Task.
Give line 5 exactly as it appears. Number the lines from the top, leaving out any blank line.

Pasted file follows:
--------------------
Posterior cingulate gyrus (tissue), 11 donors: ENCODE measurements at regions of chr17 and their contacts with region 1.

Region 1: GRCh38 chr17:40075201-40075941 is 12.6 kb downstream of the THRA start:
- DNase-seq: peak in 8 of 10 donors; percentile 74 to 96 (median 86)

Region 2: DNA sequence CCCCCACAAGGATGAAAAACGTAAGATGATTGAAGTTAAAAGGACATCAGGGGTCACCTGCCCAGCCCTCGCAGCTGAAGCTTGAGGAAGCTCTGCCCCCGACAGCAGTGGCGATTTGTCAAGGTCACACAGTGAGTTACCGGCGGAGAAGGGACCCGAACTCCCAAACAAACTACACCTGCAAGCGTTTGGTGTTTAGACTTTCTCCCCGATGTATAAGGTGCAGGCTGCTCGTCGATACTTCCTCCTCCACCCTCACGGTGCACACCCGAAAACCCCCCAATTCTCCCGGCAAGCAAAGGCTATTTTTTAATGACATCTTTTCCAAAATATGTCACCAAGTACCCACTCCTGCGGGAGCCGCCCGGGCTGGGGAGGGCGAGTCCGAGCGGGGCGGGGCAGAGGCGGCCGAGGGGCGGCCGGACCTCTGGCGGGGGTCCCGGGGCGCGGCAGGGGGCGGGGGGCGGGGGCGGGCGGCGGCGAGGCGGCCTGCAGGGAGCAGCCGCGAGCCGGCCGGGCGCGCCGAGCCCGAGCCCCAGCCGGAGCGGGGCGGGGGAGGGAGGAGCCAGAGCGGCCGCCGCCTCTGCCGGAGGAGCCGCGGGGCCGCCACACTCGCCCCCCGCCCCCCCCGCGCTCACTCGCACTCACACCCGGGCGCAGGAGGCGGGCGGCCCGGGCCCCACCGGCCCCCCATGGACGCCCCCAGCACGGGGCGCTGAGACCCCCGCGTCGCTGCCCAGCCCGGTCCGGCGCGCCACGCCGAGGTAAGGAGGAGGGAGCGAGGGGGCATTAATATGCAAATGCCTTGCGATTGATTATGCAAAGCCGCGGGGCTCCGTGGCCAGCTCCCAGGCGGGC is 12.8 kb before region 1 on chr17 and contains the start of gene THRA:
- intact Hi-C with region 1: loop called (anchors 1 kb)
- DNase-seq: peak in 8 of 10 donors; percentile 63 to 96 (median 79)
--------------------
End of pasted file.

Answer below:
- intact Hi-C with region 1: loop called (anchors 1 kb)